Reading a story on NFL.com about Peyton Manning supposedly sending autographed regrets for not attending a wedding reminded me of my awkward autograph moment.
I was in Los Angeles in 1979 to cover a world featherweight title fight involving Danny Lopez, a Utah native who by then had moved to Los Angeles. I had requested an interview a night or two before the fight and Lopez’s manager, Bennie Georgino, said, “Why don’t you just come to dinner with us.”
So we went to a restaurant and did the interview as we ate. (Yes, it’s the only time I’ve ever had dinner with a world champion.) At the end of the interview, Bennie said, “You want an autograph? Here, I’ve got one for you.”
I politely declined, feeling it was unprofessional to get autographs from athletes you cover. I didn’t say that aloud, I just said something like, “Thanks very much, but you don’t need to do that.”
But Bennie insisted. He pulled out a folder of black-and-white publicity photos of Danny wearing his title belt and crouching in a fighter’s stance.
“Here, Danny, sign it for him,” Bennie said.
Danny wrote something like, “To Brad, with best wishes,” and then autographed it.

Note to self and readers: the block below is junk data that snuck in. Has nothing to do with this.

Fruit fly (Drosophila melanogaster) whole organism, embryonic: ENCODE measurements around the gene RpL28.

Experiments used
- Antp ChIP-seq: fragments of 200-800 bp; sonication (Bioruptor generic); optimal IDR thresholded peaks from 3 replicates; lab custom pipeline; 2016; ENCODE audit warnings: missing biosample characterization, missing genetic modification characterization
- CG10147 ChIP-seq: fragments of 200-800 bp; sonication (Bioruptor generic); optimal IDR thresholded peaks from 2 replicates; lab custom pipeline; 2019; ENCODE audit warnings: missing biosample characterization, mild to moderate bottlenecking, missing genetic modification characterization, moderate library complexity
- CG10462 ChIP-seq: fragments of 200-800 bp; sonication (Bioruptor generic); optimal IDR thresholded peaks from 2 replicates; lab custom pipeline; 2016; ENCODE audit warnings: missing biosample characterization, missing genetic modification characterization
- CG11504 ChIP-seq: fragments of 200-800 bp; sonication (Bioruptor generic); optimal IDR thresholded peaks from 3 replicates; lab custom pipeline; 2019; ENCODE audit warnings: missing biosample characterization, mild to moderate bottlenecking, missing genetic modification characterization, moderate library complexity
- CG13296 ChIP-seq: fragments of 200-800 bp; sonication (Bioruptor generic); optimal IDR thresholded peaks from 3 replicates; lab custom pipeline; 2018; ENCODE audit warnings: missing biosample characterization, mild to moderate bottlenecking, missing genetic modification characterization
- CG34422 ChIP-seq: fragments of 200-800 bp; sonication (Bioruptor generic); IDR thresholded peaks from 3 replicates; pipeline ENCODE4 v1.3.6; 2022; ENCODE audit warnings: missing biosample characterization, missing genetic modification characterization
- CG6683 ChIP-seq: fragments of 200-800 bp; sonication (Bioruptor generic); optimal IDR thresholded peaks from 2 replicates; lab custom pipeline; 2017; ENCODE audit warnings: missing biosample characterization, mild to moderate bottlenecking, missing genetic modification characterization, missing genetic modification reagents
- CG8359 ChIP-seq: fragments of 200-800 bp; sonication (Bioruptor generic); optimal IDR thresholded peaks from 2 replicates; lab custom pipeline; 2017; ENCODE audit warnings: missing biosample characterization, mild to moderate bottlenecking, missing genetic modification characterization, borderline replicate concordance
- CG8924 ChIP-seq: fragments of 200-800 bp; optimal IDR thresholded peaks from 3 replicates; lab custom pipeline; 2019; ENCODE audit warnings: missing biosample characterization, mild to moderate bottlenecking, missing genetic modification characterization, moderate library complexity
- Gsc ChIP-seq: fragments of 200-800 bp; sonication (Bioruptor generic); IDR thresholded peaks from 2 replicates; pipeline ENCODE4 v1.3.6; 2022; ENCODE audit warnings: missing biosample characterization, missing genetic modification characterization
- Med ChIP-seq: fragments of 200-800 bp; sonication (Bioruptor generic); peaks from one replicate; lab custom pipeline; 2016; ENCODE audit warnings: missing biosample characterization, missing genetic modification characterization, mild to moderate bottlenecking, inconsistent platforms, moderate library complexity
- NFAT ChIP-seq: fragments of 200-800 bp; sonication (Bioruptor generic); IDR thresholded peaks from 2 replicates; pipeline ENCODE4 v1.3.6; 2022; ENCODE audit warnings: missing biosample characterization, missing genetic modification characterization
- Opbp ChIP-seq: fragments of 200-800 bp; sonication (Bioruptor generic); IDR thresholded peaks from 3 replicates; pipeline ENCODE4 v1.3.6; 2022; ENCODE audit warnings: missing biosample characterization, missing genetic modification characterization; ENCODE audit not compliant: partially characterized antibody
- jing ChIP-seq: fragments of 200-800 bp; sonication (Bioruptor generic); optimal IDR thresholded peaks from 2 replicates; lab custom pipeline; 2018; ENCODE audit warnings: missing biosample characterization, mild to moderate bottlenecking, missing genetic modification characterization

It seemed rude to say I couldn’t accept it, so I thanked him and took it back to my office. It was a gracious gesture by a champion and his manager. I filed it my desk and kept it for years, not wanting to look like a fan, rather than a reporter, but not knowing what to do with it. Every few years I’d look at it, but I always felt a bit sheepish.
Somewhere along the line I threw it away.
That’s no disrespect to Danny. I admired him then and now. The last time I talked to him, in 2010, he was 60 years old and still doing hard manual labor, digging sewer lines. He sounded like the same humble person he was when he was champ.
Don’t ask me why, but now that my kids are older, I kind of wish I’d kept the photo. I doubt any of them would ask why I accepted an autograph from someone I covered. They probably would have just wanted to know what it was like to have dinner with the champ.